The incident was criticised by several international interlocutors. Secretary-General António Guterres condemned the assault in an 18 August 2023 statement, stressing that attacks against UN peacekeepers may constitute serious crimes under international law. A joint statement issued on the same day by France, the UK, and the US urged Turkish Cypriot authorities to avoid further actions that could jeopardise the prospects of resuming settlement talks and to immediately halt any form of violence against UNFICYP personnel in the area. On 21 August, Security Council members held a meeting at the UK’s request on the situation in Cyprus under “any other business”. In a press statement following that meeting, the Council condemned the assault and reaffirmed its support for UNFICYP, particularly its mandated authority in and delineation of the buffer zone.
On 9 October 2023, Stewart announced that an understanding had been reached between the two Cypriot sides to resolve the situation in Pyla/Pile. Stewart said that while the specific modalities were still being discussed, the framework understanding would come into effect immediately. France, the UK, and the US welcomed the announcement in a 10 October joint statement, and Stewart briefed Council members on the details of the understanding during a 16 October meeting under “any other business”. Nonetheless, in November, both sides accused each other of breaching the understanding.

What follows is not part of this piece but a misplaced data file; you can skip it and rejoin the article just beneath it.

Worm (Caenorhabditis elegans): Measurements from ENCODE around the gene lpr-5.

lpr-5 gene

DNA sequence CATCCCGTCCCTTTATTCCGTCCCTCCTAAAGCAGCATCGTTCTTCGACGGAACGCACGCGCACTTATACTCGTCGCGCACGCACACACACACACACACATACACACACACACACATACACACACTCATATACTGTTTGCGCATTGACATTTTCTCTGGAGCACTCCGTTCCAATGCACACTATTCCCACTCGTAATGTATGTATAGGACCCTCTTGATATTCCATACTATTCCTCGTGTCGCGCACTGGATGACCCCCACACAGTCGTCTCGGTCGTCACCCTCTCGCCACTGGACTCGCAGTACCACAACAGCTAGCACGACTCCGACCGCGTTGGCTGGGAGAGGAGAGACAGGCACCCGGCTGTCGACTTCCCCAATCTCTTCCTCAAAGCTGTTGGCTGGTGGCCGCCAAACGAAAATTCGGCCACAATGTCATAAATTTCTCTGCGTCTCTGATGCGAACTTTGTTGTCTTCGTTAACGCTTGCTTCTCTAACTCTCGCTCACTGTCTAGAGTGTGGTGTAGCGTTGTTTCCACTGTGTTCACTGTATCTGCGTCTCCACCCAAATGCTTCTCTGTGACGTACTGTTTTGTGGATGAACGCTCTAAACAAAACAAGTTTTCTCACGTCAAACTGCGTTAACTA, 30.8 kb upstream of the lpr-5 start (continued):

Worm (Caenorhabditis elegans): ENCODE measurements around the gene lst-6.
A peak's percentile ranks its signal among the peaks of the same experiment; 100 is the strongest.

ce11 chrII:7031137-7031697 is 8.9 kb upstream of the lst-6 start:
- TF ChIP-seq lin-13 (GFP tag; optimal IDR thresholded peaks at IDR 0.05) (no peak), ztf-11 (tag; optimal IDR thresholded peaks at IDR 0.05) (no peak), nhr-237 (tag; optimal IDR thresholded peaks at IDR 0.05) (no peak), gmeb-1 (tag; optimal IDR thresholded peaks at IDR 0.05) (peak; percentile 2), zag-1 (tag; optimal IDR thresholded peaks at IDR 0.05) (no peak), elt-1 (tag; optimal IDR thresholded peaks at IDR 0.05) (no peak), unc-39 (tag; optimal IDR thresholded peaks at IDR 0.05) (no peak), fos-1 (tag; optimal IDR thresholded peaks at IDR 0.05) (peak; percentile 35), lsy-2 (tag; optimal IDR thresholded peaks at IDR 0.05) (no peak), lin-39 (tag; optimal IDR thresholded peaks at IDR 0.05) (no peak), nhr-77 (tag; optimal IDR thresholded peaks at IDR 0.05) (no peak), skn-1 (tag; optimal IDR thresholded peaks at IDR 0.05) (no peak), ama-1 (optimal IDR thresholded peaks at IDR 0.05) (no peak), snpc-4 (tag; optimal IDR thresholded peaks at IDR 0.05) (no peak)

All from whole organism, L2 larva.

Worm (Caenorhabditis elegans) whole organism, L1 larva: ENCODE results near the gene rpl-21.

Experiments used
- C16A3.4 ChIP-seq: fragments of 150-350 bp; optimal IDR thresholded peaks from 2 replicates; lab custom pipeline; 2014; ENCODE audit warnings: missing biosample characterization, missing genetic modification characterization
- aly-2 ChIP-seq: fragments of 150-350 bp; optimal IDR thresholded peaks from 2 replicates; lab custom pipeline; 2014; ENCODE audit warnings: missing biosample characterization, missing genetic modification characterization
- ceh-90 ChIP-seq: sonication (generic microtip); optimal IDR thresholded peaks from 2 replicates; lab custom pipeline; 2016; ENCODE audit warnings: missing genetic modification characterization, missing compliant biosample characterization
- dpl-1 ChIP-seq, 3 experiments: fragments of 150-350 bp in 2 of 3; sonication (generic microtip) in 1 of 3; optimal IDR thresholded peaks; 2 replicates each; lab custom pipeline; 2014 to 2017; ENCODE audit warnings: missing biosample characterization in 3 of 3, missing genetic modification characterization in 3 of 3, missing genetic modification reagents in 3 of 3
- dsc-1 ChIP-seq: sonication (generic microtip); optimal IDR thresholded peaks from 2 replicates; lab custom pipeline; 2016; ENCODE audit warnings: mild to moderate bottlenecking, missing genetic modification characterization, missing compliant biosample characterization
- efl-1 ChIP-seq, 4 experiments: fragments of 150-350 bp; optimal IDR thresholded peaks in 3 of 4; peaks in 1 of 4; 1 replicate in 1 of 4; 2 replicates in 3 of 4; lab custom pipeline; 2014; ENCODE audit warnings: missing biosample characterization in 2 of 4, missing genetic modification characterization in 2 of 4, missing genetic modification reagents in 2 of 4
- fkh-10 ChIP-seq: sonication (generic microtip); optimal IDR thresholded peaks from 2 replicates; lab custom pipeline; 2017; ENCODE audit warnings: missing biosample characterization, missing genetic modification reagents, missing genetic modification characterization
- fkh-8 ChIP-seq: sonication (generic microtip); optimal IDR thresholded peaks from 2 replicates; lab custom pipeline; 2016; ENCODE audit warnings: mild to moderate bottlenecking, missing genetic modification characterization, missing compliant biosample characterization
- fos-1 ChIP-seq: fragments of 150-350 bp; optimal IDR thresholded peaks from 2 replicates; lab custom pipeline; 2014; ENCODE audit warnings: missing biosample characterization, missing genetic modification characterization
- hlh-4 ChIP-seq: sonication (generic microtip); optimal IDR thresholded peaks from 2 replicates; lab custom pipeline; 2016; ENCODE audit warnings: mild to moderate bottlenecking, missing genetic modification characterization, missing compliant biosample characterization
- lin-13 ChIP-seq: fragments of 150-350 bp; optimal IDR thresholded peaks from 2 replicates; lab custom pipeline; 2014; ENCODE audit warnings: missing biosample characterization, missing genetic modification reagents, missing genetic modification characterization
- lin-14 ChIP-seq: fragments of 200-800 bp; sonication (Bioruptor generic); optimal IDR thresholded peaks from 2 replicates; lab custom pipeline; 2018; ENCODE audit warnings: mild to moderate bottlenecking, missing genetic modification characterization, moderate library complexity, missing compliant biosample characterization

Cyprus has been without a UN envoy since Jane Holl Lute’s resignation in September 2021. Lute was initially hired as a UN consultant in August 2018, and was later referred to as a “Senior UN Official”, to conduct consultations with the parties on the Secretary-General’s behalf and to finalise the terms of reference for the peace negotiations.